After a years-long fight for justice, the descendants of a Black-owned beach located in California will now regain their family’s land decades after it was wrongfully stripped away from them.

According to CNN, the Los Angeles County Board of Supervisors made the decision in a unanimous vote on Tuesday (June 28).

The property, known as Bruce’s Beach, was purchased by Charles and Willa Bruce for $1,225 in 1912. It was a safe space for Black families to enjoy the California sunshine and on it, the Bruces built several facilities including a cafe and changing rooms.

During that time period, much like it still is today, white people began to shake in their boots — simply from seeing Black people enjoy the qualities of life.

As previously reported by AfroTech, the property was stripped from the Bruce family in 1924 after the city claimed eminent domain, paying the couple only a fraction of what they asked for. That, coupled, with harassment from white neighbors and the Klu Klux Klan took the property away from the family for what most thought would be forever … until now.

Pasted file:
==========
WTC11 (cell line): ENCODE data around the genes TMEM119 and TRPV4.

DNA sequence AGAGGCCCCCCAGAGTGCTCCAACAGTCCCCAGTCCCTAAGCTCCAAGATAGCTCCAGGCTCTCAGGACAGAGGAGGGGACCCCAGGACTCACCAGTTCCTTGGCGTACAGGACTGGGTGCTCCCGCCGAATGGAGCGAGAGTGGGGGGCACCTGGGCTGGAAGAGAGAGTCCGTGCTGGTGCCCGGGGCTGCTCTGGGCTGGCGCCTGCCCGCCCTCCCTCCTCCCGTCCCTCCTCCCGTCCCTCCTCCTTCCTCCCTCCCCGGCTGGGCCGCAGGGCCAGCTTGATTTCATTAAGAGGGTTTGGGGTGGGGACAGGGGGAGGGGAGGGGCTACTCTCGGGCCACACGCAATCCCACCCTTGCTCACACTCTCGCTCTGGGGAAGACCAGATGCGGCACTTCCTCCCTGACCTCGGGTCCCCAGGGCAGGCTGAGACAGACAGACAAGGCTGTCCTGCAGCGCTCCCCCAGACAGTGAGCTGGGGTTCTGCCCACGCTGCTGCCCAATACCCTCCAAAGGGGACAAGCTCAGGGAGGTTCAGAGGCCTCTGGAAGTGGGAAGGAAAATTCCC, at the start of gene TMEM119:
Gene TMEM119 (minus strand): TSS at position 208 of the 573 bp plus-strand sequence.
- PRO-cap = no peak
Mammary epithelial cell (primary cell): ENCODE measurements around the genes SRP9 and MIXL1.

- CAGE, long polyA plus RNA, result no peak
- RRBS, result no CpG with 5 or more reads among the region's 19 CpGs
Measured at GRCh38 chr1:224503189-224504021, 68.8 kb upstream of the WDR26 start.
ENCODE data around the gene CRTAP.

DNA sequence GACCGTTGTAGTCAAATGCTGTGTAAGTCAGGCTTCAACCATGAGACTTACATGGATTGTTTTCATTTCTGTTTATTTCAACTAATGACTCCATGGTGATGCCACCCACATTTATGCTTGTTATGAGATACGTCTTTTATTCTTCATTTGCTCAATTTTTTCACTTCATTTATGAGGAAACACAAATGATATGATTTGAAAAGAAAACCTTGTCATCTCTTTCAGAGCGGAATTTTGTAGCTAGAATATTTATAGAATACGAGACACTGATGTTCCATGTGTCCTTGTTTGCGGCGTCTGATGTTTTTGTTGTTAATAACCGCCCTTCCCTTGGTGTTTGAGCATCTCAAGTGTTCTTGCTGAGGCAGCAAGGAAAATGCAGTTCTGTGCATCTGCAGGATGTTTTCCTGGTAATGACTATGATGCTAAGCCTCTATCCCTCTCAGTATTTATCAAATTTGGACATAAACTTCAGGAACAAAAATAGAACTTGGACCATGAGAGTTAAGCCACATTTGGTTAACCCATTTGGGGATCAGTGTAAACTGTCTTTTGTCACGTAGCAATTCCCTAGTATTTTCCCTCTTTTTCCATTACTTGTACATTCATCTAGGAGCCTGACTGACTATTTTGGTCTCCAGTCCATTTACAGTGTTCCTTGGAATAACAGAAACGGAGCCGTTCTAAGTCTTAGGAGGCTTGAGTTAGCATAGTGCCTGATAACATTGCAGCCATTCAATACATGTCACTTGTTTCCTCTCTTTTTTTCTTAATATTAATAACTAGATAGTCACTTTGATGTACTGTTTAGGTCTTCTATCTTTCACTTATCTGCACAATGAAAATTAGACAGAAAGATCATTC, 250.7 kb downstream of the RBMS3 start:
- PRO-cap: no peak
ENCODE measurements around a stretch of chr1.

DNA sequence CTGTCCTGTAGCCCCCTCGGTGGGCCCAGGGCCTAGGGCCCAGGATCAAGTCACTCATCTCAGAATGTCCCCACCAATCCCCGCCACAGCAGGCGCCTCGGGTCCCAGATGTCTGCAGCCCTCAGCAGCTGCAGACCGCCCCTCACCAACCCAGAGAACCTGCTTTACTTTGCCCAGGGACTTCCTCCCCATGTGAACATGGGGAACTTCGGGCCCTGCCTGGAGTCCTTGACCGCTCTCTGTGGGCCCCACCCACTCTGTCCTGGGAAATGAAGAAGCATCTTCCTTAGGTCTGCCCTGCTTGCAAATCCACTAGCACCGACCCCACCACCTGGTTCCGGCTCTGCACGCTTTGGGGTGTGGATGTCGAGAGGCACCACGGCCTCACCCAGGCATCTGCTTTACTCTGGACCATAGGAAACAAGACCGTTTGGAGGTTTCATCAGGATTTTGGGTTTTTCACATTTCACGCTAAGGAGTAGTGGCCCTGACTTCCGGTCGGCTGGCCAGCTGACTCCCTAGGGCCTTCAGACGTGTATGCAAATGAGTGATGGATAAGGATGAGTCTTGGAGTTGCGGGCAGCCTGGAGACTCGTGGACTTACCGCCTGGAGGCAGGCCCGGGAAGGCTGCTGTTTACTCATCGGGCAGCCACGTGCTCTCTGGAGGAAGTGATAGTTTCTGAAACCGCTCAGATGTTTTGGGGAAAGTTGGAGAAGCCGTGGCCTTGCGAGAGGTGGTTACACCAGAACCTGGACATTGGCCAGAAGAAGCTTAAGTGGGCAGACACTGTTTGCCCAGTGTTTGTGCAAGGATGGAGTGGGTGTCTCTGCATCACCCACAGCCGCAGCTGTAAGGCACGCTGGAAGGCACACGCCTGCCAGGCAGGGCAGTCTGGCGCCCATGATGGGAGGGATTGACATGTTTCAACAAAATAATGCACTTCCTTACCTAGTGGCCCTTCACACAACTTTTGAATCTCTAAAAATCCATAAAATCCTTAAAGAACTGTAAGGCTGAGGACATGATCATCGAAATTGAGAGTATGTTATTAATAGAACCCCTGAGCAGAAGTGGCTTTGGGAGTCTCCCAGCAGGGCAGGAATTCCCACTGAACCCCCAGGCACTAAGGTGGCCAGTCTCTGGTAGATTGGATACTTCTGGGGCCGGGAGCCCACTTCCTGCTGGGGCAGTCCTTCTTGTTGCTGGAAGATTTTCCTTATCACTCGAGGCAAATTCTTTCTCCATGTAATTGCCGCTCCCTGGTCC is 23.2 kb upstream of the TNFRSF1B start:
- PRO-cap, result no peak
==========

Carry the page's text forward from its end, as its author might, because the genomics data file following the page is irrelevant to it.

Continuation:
Reclaiming the Land

Today, Bruce’s Beach is worth an estimated $20 million, and houses that sit alongside the property are worth roughly $7 million.

It was transferred to Los Angeles County in 1995.

In 2021, Gov. Gavin Newsom signed a bill into effect, drafted by Sen. Steve Bradford, that returned the land back to its original descendants.

“This is what reparations look like,” said Bradford. “The land was recreated into a park after it was stripped from its owners. The vote is a result of a proposal created by Holly Mitchell, chair of the county board of supervisors, that called for the return of the land to its rightful owners. She called the final decision “a historic moment for our country.”

A Step Toward Justice

Plans to release the beachfront property back to the descendants of the Bruce family were also shared in the vote. County officials are now to rent the land from the family under a 24-month lease in which it will pay $413,000 a year.

“All the terror that is still in our hearts regarding these criminal acts that were perpetrated against innocent people of our family, it’s important for people to understand, more so than the money that was lost,” said family spokesperson Duane Yellow Feather Shepard. “We lost our family to this. This is one step toward justice.”